Bringing food security to the table
Our 17 Community Coordination Tables, made up of local government and more than 375 community organizations, continue to be an invaluable tool in addressing new and evolving challenges. A recent Toronto Metropolitan University (TMU) report showed that these tables were an essential part of fighting food insecurity during the first few years of the pandemic, providing a space to create partnerships, reducing organizational silos and increasing communication. The tables continued to play this important role during 2022, helping us respond to Omicron in the first few months of the year and then continuing to support food access as inflation led to skyrocketing prices. The TMU report recommends continuing this collaborative approach post-pandemic — and we agree that this coordinated, innovative approach to meeting community need is here to stay.
A strategic and holistic approach to housing
After breaking ground in March, construction is now underway on 51 new modular, supportive homes in Toronto’s Parkdale neighbourhood. This Social Medicine Initiative, in partnership with the City of Toronto and University Health Network, will support unhoused individuals with complex health needs. The permanent, deeply affordable housing will streamline access to healthcare, food, transportation, good jobs, social engagement, and life skills development. It will also incorporate health and social supports like harm reduction, access to nursing and primary care, and easy access to community agencies and peer workers. We leveraged community expertise, lived experience and the research and advocacy of a host of United Way partners, from PARC to West Neighbourhood House to the resident-led Parkdale People’s Economy for this initiative.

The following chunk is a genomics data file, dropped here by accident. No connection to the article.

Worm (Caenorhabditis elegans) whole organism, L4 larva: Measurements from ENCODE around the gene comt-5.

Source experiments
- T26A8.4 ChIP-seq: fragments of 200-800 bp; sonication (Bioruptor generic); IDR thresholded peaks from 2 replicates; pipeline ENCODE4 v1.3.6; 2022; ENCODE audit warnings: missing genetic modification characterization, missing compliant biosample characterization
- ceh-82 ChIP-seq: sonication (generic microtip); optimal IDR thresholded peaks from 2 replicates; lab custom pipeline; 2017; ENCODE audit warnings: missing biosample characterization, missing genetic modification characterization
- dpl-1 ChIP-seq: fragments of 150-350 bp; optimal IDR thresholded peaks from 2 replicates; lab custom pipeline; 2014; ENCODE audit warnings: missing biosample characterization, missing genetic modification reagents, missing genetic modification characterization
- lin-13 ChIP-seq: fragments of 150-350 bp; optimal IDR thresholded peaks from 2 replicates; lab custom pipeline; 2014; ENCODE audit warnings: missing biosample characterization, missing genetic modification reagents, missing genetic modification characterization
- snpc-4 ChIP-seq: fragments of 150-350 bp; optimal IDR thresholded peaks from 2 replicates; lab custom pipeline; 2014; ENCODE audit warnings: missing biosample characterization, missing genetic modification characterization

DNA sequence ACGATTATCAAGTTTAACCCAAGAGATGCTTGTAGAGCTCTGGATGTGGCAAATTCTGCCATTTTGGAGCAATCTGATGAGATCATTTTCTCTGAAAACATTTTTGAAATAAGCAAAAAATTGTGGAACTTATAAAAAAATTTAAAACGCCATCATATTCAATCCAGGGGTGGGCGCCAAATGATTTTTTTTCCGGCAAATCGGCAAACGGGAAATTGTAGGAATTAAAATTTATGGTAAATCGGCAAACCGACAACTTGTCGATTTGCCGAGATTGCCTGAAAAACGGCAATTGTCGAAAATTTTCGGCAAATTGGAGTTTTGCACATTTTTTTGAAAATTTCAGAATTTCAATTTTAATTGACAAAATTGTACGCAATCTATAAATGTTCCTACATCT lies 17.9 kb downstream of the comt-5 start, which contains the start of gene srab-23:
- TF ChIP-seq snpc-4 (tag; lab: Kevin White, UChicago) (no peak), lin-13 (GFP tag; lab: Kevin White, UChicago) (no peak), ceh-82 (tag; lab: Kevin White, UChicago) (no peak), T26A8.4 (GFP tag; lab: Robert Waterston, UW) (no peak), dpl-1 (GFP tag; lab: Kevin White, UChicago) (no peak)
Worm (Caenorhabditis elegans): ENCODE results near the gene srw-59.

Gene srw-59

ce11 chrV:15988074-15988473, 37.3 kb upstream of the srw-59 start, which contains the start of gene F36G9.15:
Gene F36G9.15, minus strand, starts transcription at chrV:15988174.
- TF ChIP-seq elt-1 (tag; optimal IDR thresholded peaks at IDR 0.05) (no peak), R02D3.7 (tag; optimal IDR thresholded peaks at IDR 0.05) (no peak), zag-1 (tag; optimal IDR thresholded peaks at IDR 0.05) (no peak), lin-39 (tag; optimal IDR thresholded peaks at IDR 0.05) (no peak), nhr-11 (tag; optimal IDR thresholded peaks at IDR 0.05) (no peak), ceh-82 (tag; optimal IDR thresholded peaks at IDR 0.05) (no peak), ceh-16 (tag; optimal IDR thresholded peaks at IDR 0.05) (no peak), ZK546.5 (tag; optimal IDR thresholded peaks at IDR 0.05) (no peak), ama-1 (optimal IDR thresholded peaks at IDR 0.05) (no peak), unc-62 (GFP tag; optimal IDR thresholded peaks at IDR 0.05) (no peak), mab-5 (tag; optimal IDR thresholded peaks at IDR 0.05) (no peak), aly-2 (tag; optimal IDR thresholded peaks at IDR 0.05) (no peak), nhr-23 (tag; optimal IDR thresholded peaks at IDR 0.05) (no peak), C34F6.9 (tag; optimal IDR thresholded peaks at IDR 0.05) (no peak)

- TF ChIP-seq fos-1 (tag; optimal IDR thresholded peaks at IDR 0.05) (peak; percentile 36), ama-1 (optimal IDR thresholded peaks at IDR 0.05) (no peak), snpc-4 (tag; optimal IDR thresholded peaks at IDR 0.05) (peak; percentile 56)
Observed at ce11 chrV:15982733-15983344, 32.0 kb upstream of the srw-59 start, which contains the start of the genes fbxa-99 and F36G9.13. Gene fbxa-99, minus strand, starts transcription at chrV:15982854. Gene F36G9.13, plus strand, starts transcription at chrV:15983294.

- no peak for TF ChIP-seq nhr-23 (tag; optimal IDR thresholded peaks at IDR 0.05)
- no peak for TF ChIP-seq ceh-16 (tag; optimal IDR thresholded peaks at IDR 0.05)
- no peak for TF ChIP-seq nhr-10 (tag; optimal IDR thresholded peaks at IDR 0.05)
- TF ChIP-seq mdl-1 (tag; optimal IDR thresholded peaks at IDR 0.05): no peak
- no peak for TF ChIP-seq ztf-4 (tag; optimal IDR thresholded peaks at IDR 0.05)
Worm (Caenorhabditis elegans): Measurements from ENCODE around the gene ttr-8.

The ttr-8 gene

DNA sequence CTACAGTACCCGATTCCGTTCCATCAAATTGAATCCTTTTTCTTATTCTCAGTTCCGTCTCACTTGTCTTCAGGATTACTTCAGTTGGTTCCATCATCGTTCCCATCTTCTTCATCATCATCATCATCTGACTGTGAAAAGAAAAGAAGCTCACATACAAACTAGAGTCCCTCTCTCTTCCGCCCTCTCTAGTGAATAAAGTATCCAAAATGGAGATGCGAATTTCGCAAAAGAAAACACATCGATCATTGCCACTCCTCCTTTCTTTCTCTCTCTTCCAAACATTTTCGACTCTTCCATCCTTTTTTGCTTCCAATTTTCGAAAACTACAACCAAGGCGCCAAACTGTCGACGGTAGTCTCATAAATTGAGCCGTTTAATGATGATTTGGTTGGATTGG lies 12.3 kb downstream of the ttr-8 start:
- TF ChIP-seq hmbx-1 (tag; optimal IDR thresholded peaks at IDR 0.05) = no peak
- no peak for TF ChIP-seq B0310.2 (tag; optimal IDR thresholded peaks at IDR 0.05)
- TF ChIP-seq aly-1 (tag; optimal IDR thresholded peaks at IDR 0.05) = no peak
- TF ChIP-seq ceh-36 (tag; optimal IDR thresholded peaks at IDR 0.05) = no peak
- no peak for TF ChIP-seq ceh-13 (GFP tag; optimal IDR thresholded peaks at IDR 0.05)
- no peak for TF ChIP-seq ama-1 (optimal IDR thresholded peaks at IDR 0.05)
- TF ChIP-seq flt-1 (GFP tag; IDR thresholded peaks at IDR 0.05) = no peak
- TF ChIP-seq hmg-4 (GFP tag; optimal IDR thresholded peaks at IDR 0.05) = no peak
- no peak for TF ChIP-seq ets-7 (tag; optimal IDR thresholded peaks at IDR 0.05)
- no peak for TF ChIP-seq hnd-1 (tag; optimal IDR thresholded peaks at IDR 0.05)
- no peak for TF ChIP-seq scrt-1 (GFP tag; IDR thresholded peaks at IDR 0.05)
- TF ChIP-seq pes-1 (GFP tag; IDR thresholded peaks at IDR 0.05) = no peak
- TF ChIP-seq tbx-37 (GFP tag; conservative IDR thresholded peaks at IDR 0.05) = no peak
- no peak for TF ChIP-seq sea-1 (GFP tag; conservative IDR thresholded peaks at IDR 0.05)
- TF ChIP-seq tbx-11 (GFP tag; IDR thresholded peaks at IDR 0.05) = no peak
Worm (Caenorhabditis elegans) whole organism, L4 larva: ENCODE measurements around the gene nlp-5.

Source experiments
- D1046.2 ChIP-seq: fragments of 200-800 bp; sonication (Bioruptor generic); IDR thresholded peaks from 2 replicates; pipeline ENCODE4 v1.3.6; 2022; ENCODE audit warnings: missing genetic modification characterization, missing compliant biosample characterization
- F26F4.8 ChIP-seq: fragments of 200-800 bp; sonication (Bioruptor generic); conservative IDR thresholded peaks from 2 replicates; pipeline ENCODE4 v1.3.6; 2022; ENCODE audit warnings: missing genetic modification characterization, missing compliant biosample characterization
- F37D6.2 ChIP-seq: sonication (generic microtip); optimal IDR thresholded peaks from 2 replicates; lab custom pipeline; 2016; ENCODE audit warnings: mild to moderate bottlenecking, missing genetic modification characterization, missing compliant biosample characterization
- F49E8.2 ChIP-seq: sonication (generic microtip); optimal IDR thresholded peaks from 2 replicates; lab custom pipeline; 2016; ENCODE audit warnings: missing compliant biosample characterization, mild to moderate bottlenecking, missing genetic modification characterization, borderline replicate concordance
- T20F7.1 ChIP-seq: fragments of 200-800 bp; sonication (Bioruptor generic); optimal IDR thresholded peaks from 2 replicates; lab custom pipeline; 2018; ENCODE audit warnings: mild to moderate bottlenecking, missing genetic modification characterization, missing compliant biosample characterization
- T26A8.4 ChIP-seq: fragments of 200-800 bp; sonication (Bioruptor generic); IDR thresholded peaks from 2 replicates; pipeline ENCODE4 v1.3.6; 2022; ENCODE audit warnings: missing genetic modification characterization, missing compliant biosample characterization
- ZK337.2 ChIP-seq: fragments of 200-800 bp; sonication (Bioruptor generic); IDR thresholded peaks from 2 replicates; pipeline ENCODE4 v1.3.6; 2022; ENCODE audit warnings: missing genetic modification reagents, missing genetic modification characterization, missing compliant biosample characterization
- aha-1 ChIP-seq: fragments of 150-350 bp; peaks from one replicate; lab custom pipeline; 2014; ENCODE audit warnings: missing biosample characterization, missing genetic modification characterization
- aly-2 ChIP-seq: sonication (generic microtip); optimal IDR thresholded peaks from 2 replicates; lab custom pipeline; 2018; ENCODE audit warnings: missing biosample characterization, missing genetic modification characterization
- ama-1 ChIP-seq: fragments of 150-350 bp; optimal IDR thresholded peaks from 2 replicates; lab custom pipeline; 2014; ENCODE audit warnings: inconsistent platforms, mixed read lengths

Support for refugees and newcomers
In partnership with the City of Toronto, our Afghan Resettlement Fund distributed almost $400,000 to 16 organizations helping to resettle Afghan refugees, assisting with housing, employment, translation and other critical services. Our network of agencies also provided resources and services for incoming Ukrainian and other newcomers. Alongside this frontline work, we support systems-level responses to challenges faced by newcomers, leading the Peel Newcomer Strategy Group and co-chairing Toronto’s Newcomer Leadership Table, where government, school boards, hospitals and community agencies come together. For decades, our investments and leadership around services and solutions for newcomers have helped families access what they need to make the GTA home.
Proud to be a Top Employer
For the 11th year, United Way has been recognized as one of Greater Toronto’s Top 100 Employers, and now also as an Ontario Living Wage Employer. Plans are underway to encourage contractors we work with regularly to pay their employees a living wage. It is important to model corporate responsibility and push for social change, and this begins with our own organization.